HIV 1 vs HIV 2
A different type of AIDS virus was discovered in 1986 and called HIV-2. It was first found in West Africa, where it’s less common than HIV-1. Millions of people around the world have HIV. Some have type 1 and some have type 2. So what’s the difference between these two types of virus? In this article, we’ll answer that question and more about HIV-1 and HIV-2—from how each one is transmitted to the treatments available for both.
The Human Immunodeficiency Virus (HIV) has two main strains, HIV-1 and HIV-2. These two strains of HIV are very similar, but they have a few distinct characteristics that set them apart.
HIV-1 vs HIV-2
|This strain is found worldwide and is more common.||This strain is found predominantly in West Africa.|
|This strain is more likely to progress and worsen.||This strain is less likely to progress and many of those infected remain lifelong non-progressors. Progression is slower.|
|Average level of immune system activation are higher.||Average level of immune system activation are lower.|
|During progression, HIV-1 has lower CD4 counts than HIV-2.||During progression, CD4 counts are higher in this strain.|
|Plasma viral loads are higher.||Plasma viral loads are lower.|
Difference Between HIV 1 and 2
HIV-1 and HIV-2 are viruses that can invade the immune system and cause AIDS. While both viruses can be spread through blood, they do not have the same rate of infectivity and different modes of transmission. While more common in the United States, HIV-1 is also more common in Europe. In West Africa, however, HIV-2 is much more prevalent than its counterpart. There are HIV symptoms that may correlate with infection and can help with early detection.
HIV-1 vs HIV-2
Overall, HIV-1 and HIV-2 share many traits, including how they are transmitted and contracted, their basic genetic makeup, and that both follow similar pathological processes and develop into AIDS (Acquired Immune Deficiency Syndrome). Typically, when you hear HIV mentioned in general, it is in regards to HIV-1 since it is far more prevalent.
HIV-1 is further classified into four groups: M (the major group), N, O (the outlier group), and P. More than 90 percent of HIV-1 cases involve HIV-1 group M. Within group M lie 10 separate subtypes: A, B, C, D, F, G, H, J, and K, also included are CRFs (circulating recombinant forms) which are essentially hybrid subtypes formed from a mixture of two subtypes; think of them as sub-subtypes. Learn more about HIV Symptoms and Signs.
Subtypes A and C are the most widespread geographically, however, subtype B is the most common subtype in Japan, the Americas, Europe and Australia.
STDcheck offers the fourth generation ELISA HIV test which reliably detects between both HIV-1 and HIV-2 strains, whereas many other HIV tests commonly test for HIV-1 alone. Our fourth generation test can also detect infections with rare groups and subtypes. We also offer the HIV RNA Early Detection test, which can detect the HIV virus’s genetic material as early as only 9-11 days after potential exposure.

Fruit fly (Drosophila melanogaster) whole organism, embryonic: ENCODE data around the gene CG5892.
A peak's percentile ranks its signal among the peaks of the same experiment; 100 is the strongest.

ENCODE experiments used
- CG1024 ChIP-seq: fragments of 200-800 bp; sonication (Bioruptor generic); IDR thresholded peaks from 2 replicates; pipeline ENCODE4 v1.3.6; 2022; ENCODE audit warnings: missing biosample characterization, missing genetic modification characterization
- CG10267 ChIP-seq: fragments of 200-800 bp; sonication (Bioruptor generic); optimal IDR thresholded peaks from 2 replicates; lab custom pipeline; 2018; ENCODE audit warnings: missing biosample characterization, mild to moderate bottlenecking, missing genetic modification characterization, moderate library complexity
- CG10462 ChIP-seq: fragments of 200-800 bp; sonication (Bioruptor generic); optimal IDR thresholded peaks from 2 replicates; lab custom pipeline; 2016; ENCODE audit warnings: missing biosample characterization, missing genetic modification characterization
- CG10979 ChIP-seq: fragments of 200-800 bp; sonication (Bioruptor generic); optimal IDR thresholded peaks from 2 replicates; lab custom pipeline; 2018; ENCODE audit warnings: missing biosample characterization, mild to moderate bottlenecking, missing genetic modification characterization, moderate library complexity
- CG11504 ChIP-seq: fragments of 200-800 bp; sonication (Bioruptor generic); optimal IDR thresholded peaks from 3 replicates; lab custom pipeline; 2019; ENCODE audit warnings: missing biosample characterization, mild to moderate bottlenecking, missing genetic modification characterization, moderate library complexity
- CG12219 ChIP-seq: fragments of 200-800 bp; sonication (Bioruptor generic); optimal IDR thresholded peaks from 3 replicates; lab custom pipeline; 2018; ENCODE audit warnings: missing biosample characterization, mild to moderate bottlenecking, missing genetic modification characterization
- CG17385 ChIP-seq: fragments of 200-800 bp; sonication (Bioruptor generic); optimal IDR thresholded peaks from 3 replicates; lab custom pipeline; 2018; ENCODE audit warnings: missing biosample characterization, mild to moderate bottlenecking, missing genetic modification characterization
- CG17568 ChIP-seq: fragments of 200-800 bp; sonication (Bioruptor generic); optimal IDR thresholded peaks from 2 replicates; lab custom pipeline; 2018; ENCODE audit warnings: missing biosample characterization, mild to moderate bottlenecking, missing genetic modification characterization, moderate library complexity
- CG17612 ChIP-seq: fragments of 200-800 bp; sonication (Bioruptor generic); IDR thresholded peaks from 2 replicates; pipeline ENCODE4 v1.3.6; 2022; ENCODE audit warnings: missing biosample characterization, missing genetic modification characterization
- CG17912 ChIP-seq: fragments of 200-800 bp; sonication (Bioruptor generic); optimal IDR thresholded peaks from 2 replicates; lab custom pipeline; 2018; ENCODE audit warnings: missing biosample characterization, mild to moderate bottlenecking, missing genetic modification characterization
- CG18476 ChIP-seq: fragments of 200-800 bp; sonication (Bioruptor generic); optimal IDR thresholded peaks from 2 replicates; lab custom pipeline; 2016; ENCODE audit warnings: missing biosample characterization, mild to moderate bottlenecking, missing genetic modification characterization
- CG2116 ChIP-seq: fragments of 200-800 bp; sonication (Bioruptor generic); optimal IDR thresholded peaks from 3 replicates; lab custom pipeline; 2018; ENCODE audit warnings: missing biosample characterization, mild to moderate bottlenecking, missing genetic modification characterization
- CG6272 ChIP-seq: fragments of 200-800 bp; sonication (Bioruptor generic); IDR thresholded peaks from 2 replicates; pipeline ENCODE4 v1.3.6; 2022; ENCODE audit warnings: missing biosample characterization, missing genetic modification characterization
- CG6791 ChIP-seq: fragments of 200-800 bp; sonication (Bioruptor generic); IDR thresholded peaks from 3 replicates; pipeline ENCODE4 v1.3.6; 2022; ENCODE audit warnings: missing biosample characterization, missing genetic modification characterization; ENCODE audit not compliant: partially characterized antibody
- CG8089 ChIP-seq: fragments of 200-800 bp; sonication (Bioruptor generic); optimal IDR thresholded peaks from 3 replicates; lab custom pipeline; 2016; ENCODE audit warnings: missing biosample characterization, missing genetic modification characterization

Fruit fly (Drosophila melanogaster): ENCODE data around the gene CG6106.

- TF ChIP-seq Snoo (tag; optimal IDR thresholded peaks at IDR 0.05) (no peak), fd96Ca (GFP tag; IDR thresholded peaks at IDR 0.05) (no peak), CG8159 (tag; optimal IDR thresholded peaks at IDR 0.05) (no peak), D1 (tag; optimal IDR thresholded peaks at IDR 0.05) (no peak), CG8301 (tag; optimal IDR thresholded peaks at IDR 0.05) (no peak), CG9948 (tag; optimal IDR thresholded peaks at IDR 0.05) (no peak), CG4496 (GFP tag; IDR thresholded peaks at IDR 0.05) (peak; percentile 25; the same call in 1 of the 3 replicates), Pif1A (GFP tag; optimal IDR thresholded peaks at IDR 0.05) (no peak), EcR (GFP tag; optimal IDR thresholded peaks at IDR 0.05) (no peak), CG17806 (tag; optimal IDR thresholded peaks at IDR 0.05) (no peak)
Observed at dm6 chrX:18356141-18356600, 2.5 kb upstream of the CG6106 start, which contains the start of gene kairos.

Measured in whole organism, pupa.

What is the average lifespan for HIV positive people?
The average survival time after diagnosis is nine to 11 years for people with HIV-1 and 15 years or longer for those with HIV-2. HIV-2 is more common in western Africa, where it accounts for about 30% of all cases of AIDS.
The World Health Organization estimates that about 5 million people are infected with HIV-2 globally as of 2016, but only 4% of these cases have been identified because many who have the virus don’t know they’re positive.
Although very rare in the United States, it’s the most common type of HIV in West Africa.
HIV-2, like HIV-1, is spread by sexual contact or from mother to infant. It has a different set of strains than HIV-1 and it’s usually less infectious. However, the virus can be more difficult to treat than HIV-1 because it’s more resistant to some drugs. Although very rare in the United States, it’s the most common type of HIV in West Africa and other parts of the world where many people are infected with both types of virus together at once (called co-infection).
Both types of virus are cause for concern if you have them, but there are treatments available.
If you have HIV, there are several types of treatment available. The sooner you start treatment, the better your chances are at staying healthy longer. Treatment for HIV 1 vs HIV 2 is effective but often complicated and expensive. It’s important to understand what kind of long-term side effects exist with both types of virus so that you can make informed decisions about your health care options.
HIV is a serious infection that can lead to AIDS. It’s important to get tested if you think you might have HIV or other STDs. And if you do have HIV, there are medications available to help slow down the progression of the disease and improve your quality of life.
Medically Reviewed by J. Frank Martin JR., MD on March 23, 2022
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Author: Nick Corlis
Nick Corlis is a writer, marketer, and designer. He graduated from Texas State University in San Marcos, Texas, with a degree in Digital Communications. Nick is proud to be able to help eliminate the stigma of STD testing through his writing and is always trying to advocate the importance of your sexual health. Before STDcheck, his favorite way to develop his writing skills was by accepting various writing jobs in college and maintaining multiple blogs. Nick wears many hats here at STDcheck, but specifically enjoys writing accurate, well-researched content that is not only informative and relatable but sometimes also contains memes. When not writing, Nick likes to race cars and go-karts, eat Japanese food, and play games on his computer.